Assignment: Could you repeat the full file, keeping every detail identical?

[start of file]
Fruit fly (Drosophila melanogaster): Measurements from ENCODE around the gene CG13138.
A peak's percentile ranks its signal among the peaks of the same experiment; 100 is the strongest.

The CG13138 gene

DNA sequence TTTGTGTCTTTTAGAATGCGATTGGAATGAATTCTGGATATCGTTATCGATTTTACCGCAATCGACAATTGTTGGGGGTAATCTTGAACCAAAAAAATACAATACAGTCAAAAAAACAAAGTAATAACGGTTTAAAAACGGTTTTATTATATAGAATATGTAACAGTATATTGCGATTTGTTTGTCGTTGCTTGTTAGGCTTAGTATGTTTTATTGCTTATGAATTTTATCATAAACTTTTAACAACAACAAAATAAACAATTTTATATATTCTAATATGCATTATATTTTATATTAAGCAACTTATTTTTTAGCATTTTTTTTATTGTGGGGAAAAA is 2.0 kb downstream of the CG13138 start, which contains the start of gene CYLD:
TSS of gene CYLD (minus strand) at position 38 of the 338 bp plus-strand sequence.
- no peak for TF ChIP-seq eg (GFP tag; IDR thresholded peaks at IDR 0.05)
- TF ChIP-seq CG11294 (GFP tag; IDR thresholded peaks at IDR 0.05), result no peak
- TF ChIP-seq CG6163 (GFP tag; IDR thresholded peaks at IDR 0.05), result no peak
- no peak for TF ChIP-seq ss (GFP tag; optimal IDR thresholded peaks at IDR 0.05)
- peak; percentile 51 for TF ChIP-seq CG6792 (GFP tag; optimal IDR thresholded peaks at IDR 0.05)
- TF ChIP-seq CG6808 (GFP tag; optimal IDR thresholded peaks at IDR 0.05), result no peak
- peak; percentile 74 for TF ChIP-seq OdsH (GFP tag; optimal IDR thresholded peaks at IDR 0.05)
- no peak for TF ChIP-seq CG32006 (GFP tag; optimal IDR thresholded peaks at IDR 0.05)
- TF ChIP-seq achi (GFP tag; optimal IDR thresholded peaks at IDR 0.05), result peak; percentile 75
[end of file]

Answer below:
Fruit fly (Drosophila melanogaster): Measurements from ENCODE around the gene CG13138.
A peak's percentile ranks its signal among the peaks of the same experiment; 100 is the strongest.

The CG13138 gene

DNA sequence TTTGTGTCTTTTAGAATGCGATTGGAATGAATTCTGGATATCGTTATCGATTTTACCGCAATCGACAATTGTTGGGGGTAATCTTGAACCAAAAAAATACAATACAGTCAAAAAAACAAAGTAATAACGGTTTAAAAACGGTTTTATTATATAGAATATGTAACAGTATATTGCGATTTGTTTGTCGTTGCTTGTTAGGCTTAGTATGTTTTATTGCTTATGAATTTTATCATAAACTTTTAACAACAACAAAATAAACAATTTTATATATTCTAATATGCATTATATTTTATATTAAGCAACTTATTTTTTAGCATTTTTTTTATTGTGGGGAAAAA is 2.0 kb downstream of the CG13138 start, which contains the start of gene CYLD:
TSS of gene CYLD (minus strand) at position 38 of the 338 bp plus-strand sequence.
- no peak for TF ChIP-seq eg (GFP tag; IDR thresholded peaks at IDR 0.05)
- TF ChIP-seq CG11294 (GFP tag; IDR thresholded peaks at IDR 0.05), result no peak
- TF ChIP-seq CG6163 (GFP tag; IDR thresholded peaks at IDR 0.05), result no peak
- no peak for TF ChIP-seq ss (GFP tag; optimal IDR thresholded peaks at IDR 0.05)
- peak; percentile 51 for TF ChIP-seq CG6792 (GFP tag; optimal IDR thresholded peaks at IDR 0.05)
- TF ChIP-seq CG6808 (GFP tag; optimal IDR thresholded peaks at IDR 0.05), result no peak
- peak; percentile 74 for TF ChIP-seq OdsH (GFP tag; optimal IDR thresholded peaks at IDR 0.05)
- no peak for TF ChIP-seq CG32006 (GFP tag; optimal IDR thresholded peaks at IDR 0.05)
- TF ChIP-seq achi (GFP tag; optimal IDR thresholded peaks at IDR 0.05), result peak; percentile 75